About Me
I'm a Melbourne boy, hailing from St Kilda with one ex, one current wife and four kids. Love the outdoors and making new discoveries. I cook a lot at home (cheers from wife) and do some preserving, mostly jams, pickles and fruit liqueurs. This is the diary of a cooking journey.

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Sunday, July 11, 2010
Osso Bucco Bianco

Vegetarians aside, just who doesn't love the fall apart unctuousness of slow cooked veal shank? Lip sticking, fork tender meat that melts in the mouth with a gelatinous texture that only comes from prime young steer, including the soft creamy surprise of bone marrow, waiting to be boldly scooped out of its hiding place.

No doubt, one of its finest manifestations is in the Italian dish of osso bucco, where the meat is gently braised with a sofrito of onion, carrot & celery and moistened with tomato, chicken stock and a little white wine.

As good as that is, there are some days when something a little different is needed, a pared down version still full of bold flavours. Leave out tomatoes and the colour is changed from the familiar red to what Italians refer to as bianco (white).

With so few ingredients compared to regular osso bucco, the intense flavour comes as a real surprise and is perhaps better served matched with wet polenta than the classic accompaniment of risotto Milanese.

Osso Bucco Bianco
(serves 6)

1kg pieces of veal shin
salt & fresh ground pepper
plain flour for dusting
100g unsalted butter
50ml olive oil
1 onion, finely diced
2-3 stalks celery, finely diced
4 garlic cloves, finely diced
1 50g tin quality anchovies, drained, about 8 -10 fillets
500ml dry white wine
parsley, finely chopped

Season the pieces of veal shin with salt and fresh ground pepper and dust in flour, shake off any excess. Melt 50g butter with all the olive oil in a pan that can hold all the veal pieces in a single layer. When hot, lightly brown the veal shanks and remove them when done.

Drain all the fat from the pan, no need to wipe it, then melt the remaining butter and sweat the onion, celery and garlic until soft, then add the drained anchovies, stirring well until they melt into the mixture.

Pour in the wine and bring to the boil and keep at the boil for a minute or two to drive off excess alcohol. Arrange the veal shanks in the pan so the marrow cannot fall out, cover this with baking paper, then the lid and place in the oven preheated to 150c. Cook for about 2 hours, pressing on the meat to see when it looks ready to fall apart.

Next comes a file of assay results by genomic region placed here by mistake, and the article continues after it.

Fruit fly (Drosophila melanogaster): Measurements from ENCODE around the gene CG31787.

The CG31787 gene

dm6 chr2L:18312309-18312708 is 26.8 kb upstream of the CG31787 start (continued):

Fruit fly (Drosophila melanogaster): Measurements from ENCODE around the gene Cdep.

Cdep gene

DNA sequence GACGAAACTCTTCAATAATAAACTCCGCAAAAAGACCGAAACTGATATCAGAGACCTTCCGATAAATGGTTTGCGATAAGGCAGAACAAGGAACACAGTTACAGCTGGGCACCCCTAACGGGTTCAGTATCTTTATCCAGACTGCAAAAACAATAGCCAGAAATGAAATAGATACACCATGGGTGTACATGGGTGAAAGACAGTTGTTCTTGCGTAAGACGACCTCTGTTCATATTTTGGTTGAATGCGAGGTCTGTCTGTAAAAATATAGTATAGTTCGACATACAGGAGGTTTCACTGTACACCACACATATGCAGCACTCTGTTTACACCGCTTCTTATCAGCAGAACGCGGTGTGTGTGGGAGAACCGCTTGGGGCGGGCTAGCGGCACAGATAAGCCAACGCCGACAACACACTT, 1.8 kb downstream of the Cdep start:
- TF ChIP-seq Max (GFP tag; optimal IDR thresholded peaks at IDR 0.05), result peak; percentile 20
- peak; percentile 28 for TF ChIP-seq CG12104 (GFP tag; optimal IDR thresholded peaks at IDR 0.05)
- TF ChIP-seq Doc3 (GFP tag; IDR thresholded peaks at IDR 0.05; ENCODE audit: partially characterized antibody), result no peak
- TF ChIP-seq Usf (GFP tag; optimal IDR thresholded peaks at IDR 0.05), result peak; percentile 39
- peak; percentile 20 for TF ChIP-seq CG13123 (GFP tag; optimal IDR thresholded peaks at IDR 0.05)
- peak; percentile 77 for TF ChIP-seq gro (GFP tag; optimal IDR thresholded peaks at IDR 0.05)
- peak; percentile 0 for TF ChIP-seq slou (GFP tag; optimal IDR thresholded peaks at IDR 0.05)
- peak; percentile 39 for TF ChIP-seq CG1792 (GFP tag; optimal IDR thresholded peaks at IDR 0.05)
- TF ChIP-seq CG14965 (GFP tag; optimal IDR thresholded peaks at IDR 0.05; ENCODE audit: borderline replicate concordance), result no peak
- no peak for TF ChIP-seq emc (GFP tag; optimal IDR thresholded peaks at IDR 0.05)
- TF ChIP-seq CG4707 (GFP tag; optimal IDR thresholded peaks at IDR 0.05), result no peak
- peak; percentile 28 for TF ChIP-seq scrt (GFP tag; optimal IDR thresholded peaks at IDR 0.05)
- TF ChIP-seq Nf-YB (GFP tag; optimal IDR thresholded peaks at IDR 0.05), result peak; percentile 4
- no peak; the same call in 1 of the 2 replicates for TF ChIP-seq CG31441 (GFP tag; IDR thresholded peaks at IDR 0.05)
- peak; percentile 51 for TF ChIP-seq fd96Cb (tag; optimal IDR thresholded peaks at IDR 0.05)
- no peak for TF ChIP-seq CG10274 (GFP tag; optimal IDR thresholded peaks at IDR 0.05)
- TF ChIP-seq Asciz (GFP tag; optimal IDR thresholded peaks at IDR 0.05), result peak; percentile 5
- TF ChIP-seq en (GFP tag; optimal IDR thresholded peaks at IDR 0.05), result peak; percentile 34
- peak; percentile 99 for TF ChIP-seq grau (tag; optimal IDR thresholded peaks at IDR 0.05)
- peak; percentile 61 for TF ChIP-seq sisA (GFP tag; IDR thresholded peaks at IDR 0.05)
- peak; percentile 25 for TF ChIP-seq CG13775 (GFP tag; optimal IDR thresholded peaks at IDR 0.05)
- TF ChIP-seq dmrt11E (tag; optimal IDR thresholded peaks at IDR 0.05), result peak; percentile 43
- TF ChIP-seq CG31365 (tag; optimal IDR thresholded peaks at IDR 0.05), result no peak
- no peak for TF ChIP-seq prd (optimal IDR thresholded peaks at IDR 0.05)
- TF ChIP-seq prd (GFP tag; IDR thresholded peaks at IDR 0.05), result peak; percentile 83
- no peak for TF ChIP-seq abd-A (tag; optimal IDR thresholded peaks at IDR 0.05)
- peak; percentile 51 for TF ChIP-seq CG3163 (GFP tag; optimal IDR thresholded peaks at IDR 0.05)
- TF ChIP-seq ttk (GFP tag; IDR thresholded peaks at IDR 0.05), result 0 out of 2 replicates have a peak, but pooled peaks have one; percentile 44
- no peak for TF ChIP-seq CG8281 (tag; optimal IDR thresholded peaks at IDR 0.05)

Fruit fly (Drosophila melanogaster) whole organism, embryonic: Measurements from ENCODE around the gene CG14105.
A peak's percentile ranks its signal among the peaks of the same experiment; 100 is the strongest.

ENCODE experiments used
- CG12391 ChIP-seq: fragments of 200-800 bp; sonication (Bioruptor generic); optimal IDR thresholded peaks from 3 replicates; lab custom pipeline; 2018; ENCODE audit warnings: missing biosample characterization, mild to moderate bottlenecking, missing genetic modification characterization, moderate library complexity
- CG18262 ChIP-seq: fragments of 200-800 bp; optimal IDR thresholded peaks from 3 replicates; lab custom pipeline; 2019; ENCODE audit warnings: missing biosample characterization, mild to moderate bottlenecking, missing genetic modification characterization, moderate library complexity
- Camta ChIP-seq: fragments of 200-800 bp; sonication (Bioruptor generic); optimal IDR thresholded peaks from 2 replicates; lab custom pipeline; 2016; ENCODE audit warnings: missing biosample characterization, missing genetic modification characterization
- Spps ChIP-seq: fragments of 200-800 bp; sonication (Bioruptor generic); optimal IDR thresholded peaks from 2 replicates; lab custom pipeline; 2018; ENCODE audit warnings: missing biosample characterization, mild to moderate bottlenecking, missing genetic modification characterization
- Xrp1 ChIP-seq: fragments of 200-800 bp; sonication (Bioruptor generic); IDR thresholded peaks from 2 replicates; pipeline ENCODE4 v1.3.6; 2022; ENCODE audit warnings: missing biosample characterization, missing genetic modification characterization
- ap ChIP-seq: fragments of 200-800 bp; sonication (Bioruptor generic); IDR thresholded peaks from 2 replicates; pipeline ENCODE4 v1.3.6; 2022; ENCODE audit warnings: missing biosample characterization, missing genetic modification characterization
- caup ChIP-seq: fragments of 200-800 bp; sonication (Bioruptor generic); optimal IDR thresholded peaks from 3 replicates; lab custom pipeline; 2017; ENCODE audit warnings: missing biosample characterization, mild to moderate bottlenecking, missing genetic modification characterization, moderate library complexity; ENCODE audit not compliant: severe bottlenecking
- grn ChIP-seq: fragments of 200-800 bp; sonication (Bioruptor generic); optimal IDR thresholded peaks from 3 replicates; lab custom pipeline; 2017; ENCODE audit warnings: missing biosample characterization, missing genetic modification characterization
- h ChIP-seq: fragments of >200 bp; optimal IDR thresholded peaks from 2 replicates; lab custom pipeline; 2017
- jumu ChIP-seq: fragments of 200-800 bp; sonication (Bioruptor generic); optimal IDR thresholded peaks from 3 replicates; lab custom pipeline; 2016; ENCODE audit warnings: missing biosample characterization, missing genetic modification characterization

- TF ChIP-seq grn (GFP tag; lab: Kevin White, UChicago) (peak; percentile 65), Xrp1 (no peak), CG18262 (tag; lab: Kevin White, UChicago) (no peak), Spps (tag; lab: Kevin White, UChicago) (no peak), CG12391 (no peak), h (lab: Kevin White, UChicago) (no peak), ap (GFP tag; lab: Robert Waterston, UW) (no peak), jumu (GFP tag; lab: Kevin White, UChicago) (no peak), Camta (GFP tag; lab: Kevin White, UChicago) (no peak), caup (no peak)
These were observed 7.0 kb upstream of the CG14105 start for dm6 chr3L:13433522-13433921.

Remove the meat and check the sauce, if it looks too thin, boil until reduced, or, it it's too thick, add some water and reboil. Check for seasoning, it probably won't need salt, just a quick grind of the pepper mill.

Serve on wet polenta flavoured with pecorino cheese and a knob of butter, sprinkle over a little parsley.
  posted at 12:21 pm

At 8:01 pm, Blogger MyKitchenInHalfCups said...

When I've done Osso Bucco, I've loved it. You're so right about the unctuousness and over the top flavor. I would never have thought of a Bianco but what really appeals to me here is that you've put it with polenta!

At 10:08 pm, Anonymous Lydia (The Perfect Pantry) said...

Osso bucco is one of those dishes I have when I'm in a restaurant, but I've never made it at home. Don't know why, as there are so many good recipes like yours.

At 11:22 pm, Blogger Kalyn Denny said...

I've never had Osso Bucco, but your version looks spectacular!

At 6:07 am, Anonymous Lorraine @ Not Quite Nigella said...

I really like the sound of this bianco version a lot! It sounds like veal blanquette! :)

At 6:30 am, Blogger neil said...

Hi tanna, I love a good osso bucco and it's a great way to feed a crowd, everything cooks while you get to talk with your guests - and have a glass of wine! We adore polenta here and always make extra to grill the next day.

Hi lydia, isn't it funny the things we don't cook at home, wonder if that defines us in some way? Guess I'm the opposite as I've never ordered osso bucco in a restaurant.

Hi kalyn, you should try it if you can, classic osso bucco is really one of the great dishes of the world.

Hi lorraine, it was a great dish, one of the best things I've done with veal in a long time. Mmm, now thinking about a blanquette, haven't had one this season.

At 1:15 pm, Anonymous Sarah said...

Unctuousness, I read this used to discribe a wine the other day. Much better suited to Osso Bucco. Thanks for this post, reminds me I need to add this dish to my staple of winter cooking! Not sure if I would be able to do without the tomatoes though? : /

At 3:36 pm, Anonymous Sarah @ For the Love of Food said...

What a lovely version of Ossu Bucco to try! Seems more restrained and elegant than the usual version but just as delicious.

At 4:23 pm, Anonymous Henna @ AboutCabinets Blog said...

yum yum yum - its sounds and looks delicious - i cant wait to make it and try it out - lovely looking food is my weakness and i love making and eating yummy things

At 10:55 am, Blogger neil said...

Hi sarah, I thought like you about the tomatoes, sometimes cooking is a leap of faith.

Hi sarah for the love of food, it really is a pulled back version, quite different, but just as delicious.

Hi henna, you won't regret making this, it's also a lot less work that the tomato version.


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